Let’s Move on Public Transit Improvements

5 Dec

Image from Transportation Master Plan update.

From Transportation Master Plan update.

The Central Omaha Transit Alternatives Analysis (COAA) held its fourth public meeting on December 3, 2013, before finalizing the transit recommendations it will make to the Omaha City Council and Metro Board of Directors. After more than a year of study and discussions with stakeholders and the public, the COAA has narrowed the possible alternatives down to 3 major options, and one combination of two options. The options are laid out in detail here, but briefly they include:

  1. Bus Rapid Transit (BRT) along Dodge/Douglas
  2. Bus Rapid Transit along Farnam/Harney (couplet) or Farnam (contraflow)
  3. Modern Streetcar along Farnam/Harney (couplet) or Farnam (contraflow)
  4. Combined Bus Rapid Transit and Modern Streetcar, both along Farnam/Harney

We are very pleased to see the City and Metro taking the steps needed to improve transportation options along the Dodge/Douglas/Harney/Farnam corridor, which serves as the backbone and core to improving the larger regional transit system. Providing multiple options along this corridor is our best bet for changing the culture of transportation in Omaha. As noted during the public meeting, study after study has shown the need for better public transportation in Omaha, now is the time to make improvements happen!

Mode Shift Omaha supports transportation options for everyone. Any of the alternatives will help to bring this about—we support the option or combination of options that has the most likelihood of getting implemented. Beyond that, we support the option(s) that will have the biggest impact on improving the larger transit system. From the data provided, funding for these projects will come from different sources (not necessarily from raising taxes), and will serve somewhat different populations. Both BRT and a streetcar will also potentially bring a great deal of economic development to the area. The study projects, over a 15 year outlook, a potential increase of 1,200 to 8,500 jobs and additional development growth of $305 million to $1 billion. It would be fiscally irresponsible for the City NOT to invest in these transportation options given the return on investment (not to mention enhancement in quality of life for citizens).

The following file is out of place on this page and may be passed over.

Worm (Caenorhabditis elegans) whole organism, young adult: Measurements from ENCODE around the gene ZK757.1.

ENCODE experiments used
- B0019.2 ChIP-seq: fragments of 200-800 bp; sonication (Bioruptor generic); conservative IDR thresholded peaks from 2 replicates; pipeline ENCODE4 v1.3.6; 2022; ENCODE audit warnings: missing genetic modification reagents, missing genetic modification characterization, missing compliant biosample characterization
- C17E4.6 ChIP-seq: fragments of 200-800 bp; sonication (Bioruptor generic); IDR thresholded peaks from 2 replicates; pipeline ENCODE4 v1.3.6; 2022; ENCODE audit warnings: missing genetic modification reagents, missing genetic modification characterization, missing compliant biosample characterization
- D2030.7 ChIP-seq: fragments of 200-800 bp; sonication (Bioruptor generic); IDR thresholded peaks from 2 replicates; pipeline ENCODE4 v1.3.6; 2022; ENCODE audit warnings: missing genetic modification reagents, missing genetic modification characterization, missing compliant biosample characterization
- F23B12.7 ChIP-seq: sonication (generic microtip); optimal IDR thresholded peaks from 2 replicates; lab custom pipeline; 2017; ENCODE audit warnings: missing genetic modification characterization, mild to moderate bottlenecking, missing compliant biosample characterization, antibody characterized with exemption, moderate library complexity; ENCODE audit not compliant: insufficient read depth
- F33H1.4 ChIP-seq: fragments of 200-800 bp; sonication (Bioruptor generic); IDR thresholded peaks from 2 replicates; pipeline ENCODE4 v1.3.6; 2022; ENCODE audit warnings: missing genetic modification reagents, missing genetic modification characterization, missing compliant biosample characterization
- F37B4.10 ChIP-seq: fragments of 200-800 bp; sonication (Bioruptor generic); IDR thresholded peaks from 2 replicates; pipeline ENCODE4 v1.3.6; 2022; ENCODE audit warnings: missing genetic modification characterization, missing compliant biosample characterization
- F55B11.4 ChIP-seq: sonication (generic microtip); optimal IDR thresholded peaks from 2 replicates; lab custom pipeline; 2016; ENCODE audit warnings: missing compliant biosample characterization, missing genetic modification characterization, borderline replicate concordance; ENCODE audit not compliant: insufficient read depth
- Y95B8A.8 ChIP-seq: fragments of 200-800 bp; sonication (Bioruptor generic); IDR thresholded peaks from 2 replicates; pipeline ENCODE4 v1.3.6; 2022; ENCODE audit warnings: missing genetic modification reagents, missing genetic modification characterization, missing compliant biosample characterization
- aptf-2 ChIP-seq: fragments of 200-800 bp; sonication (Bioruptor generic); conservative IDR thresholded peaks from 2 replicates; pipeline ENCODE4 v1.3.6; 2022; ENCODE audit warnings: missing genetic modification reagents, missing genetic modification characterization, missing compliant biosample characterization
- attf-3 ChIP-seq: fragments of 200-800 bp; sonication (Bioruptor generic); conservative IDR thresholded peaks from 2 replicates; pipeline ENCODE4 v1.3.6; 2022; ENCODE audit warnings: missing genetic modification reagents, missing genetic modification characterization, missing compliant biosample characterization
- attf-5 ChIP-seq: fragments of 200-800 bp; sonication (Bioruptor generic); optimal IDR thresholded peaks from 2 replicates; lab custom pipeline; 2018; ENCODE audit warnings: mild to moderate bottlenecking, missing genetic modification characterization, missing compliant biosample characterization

After a good deal of discussion with members and colleagues, among the proposed options we support the BRT because it seems the most likely to be done sooner and extend service to a larger area. Of the BRT options, we prefer the Farnam contraflow. If the BRT option is selected, we encourage aiming for the “gold standard,” incorporating best practices such as dedicated lanes and other amenities essential to make the outcomes of a BRT worth the investment.

We also appreciate the value of a modern streetcar and support this option if it is feasible. Of the streetcar options, we prefer the Farnam contraflow. Contraflow (two-way flow for transit)[1] is preferable to the couplet (one-way pair)[2] options because, as Jarrett Walker discusses in his book Human Transit, couplets are more problematic for users. He writes in a blog post about this:

…if you care about people getting where they’re going, the one-way split reduces the area served by a transit line. That’s because for a two-way line to be useful, you have to be able to walk to both directions of a service. The further apart the two directions are, the smaller the area…that will have a reasonable walk to both of them.

We want transportation options that get people to where they need to go!

We also urge the City to include protected bike lanes in the Farnam contraflow design if feasible. The Transportation Master Plan showed Farnam and many downtown streets have more space than needed for cars, so it’s likely there will be room to create a true “complete street” on Farnam, where cars, buses, bikes and pedestrians can co-exist safely and efficiently. In addition, we hope the proposed COAA route or other plans in the Regional Transit Vision will address better transit access to Creighton and the airport.

Finally, we suggest we all start reframing discussion about these transportation options—highlighting the increased capacity and multiple benefits they will bring to everyone. In particular, we all know the mention of a streetcar immediately brings to mind past studies and controversies. Times have changed and the demand for public transportation has increased—the way we talk about options such as a streetcar needs to change too. What about calling it the “Omaha Midtown Tram” or the “Midtown Connector”?